Upon the filing of an action in accordance with the provisions of this section, section 28 of this chapter, or section 32 of chapter 209 and until a judgment on the merits is rendered, absent emergency conditions, abuse or neglect, the parents shall have temporary shared legal and temporary shared physical custody of any minor child of the parents, but the judge may enter an order for temporary sole legal or sole physical custody for one parent if written findings are made that such shared custody would not be in the best interest of the child.

In determining whether temporary shared legal or temporary shared physical custody would not be in the best interest of the child, the court shall consider all relevant facts including, but not limited to, whether any member of the family has been the perpetrator of domestic violence, abuses alcohol or other drugs or has deserted the child.

If the court finds evidence of abuse, neglect or domestic violence as defined by section 31A of chapter 208, section 38 of chapter 209, section 3 of chapter 209A, or section 10 of chapter 209C and issues a temporary or permanent custody order which does not grant shared physical custody, the court shall within 90 days enter written findings of fact as to the effects of the abuse on the child, which findings demonstrate that such order is in the furtherance of the child's best interests and provides for the safety and well-being of the child.

If the issue of custody is contested and either part seeks sole legal or physical custody, the burden of proof shall be on the moving party that such a custodial arrangement would be in the best interest of the child and the court shall provide written findings to support such a sole custody order.

The parties, jointly or individually, shall submit to the court at the custody hearing or trial a parenting plan. The court shall accept a completed parenting plan submitted and agreed upon by both parties, in the event that a parenting cannot be agreed upon by the parties, the court may issue a parenting plan modifying a plan submitted by the parties. A parenting plan issued or accepted by the court shall become part of the judgment in the action together with any other appropriate custody orders and orders regarding the responsibility of the parties for the support of the child.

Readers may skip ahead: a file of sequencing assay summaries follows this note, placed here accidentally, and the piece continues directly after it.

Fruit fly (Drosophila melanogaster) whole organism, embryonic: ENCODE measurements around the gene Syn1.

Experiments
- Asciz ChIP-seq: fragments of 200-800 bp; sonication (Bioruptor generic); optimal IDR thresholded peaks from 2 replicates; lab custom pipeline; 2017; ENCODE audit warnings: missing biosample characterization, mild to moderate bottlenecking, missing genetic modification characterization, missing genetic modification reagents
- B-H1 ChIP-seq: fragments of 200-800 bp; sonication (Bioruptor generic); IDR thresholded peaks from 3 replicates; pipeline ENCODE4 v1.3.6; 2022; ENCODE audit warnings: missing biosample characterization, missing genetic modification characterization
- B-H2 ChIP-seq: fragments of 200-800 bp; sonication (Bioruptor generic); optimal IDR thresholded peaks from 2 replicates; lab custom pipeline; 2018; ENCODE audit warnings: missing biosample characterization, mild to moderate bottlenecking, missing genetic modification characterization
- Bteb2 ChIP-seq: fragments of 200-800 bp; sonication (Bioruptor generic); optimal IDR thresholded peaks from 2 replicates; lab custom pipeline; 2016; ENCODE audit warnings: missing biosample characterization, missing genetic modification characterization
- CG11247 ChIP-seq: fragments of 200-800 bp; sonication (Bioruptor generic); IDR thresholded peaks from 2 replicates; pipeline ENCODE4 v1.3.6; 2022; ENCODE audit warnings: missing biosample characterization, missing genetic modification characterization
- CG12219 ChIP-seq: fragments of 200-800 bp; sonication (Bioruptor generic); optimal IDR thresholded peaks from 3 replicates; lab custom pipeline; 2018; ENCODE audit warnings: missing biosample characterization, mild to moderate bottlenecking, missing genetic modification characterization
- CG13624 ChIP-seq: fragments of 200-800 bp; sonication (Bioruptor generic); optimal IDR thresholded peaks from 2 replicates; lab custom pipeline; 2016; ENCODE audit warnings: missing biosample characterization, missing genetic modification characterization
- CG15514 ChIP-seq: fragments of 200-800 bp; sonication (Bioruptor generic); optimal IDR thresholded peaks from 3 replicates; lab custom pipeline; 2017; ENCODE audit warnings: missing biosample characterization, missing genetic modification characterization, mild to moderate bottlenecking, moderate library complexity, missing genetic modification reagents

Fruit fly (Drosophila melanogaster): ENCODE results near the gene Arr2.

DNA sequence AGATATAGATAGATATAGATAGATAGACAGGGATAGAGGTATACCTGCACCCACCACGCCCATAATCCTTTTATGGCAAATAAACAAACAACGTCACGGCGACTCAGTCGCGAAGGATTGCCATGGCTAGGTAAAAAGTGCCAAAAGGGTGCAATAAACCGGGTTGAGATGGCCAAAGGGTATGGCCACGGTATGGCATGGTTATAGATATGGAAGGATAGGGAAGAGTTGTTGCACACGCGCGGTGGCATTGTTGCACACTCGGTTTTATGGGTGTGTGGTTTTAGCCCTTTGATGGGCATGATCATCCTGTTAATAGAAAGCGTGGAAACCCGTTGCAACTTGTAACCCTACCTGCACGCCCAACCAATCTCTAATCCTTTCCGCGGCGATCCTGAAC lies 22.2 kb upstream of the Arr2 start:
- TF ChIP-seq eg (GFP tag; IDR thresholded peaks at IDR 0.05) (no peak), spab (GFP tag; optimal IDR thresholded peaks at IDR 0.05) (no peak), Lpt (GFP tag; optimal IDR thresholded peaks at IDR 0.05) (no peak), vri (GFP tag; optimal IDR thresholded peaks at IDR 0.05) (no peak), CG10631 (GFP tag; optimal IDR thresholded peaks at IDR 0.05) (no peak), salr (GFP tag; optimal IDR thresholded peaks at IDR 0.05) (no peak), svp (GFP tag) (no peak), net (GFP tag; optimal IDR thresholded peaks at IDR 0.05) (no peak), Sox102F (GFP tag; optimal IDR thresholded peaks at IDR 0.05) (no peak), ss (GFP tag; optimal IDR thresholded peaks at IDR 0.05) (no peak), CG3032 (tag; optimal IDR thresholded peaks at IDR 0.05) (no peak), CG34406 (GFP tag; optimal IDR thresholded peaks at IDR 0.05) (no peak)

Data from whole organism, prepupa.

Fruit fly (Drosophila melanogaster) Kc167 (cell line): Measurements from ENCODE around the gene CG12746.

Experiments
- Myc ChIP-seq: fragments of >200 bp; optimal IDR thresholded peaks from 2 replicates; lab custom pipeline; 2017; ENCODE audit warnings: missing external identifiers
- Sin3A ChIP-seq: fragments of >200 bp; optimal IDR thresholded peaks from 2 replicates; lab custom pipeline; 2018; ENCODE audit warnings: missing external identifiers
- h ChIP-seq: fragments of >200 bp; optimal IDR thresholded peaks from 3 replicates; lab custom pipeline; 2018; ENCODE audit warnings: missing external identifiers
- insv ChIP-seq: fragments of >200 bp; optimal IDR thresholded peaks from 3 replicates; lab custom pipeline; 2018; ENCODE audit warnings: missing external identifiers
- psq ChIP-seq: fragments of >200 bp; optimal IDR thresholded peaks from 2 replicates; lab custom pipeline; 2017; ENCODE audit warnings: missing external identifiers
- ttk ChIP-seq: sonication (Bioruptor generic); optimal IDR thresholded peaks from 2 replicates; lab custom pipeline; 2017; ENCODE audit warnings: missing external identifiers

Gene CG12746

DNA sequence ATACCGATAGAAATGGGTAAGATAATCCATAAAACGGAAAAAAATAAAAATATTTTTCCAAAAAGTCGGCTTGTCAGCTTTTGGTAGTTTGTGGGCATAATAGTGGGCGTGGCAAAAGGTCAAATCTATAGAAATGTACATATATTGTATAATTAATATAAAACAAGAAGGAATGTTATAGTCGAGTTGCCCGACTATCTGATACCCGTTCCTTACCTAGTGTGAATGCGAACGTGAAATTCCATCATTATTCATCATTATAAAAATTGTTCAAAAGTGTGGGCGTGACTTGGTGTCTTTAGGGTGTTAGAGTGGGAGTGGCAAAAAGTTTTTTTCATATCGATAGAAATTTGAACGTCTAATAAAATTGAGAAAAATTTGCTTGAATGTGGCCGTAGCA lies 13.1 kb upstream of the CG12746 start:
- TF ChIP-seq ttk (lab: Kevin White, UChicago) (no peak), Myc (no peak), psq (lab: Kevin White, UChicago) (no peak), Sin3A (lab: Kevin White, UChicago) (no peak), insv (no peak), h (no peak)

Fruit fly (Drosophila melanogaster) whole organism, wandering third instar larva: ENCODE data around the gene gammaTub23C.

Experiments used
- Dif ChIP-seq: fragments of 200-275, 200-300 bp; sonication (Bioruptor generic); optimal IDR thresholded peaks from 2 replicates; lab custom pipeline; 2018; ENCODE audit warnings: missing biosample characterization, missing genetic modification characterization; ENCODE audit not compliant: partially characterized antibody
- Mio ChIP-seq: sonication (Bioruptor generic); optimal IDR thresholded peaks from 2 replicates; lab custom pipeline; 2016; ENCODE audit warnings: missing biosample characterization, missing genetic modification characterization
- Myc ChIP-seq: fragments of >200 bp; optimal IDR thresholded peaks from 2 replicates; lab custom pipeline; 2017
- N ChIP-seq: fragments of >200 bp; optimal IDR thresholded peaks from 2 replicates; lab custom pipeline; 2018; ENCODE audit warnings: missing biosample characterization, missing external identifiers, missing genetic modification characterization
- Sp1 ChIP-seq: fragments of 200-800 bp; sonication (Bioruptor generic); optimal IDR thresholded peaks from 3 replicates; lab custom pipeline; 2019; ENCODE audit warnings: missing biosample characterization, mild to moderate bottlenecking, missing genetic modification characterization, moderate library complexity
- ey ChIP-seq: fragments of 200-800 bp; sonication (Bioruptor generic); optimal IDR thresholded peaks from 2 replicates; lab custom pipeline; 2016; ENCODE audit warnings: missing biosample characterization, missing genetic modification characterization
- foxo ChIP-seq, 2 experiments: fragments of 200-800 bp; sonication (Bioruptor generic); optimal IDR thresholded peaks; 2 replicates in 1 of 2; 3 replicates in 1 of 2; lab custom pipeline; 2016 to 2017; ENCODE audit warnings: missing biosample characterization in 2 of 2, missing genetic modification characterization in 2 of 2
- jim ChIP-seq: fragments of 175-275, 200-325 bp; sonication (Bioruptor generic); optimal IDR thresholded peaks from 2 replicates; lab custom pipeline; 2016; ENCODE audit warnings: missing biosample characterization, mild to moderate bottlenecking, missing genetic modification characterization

An award of shared legal or physical custody shall not affect a parent's responsibility for child support. An order of shared custody shall not constitute grounds for modifying a support order absent demonstrated economic impact that is an otherwise sufficient basis warranting modification.

The entry of an order of judgment relative to the custody of minor children shall not negate or impede the ability of the non-custodial parent to have access to the academic, medical, hospital or other health records of the child, as the non-custodial parent would have had if the custody order or judgment had not been entered; except, that if a court has issued an order to vacate against the non-custodial parent or an order prohibiting the non-custodial parent from imposing any restraint upon the personal liberty of the other parent or if nondisclosure of the present or prior address of the child or a party is necessary to ensure the health, safety or welfare of such child or party, the court may order that any part of such record pertaining to such address shall not be disclosed to such non-custodial parent.

Where the parents have reached an agreement providing for the custody of the children, the court will enter an order in accordance with such agreement, unless specific findings are made by the court indicating that such an order would not be in the best interests of the children.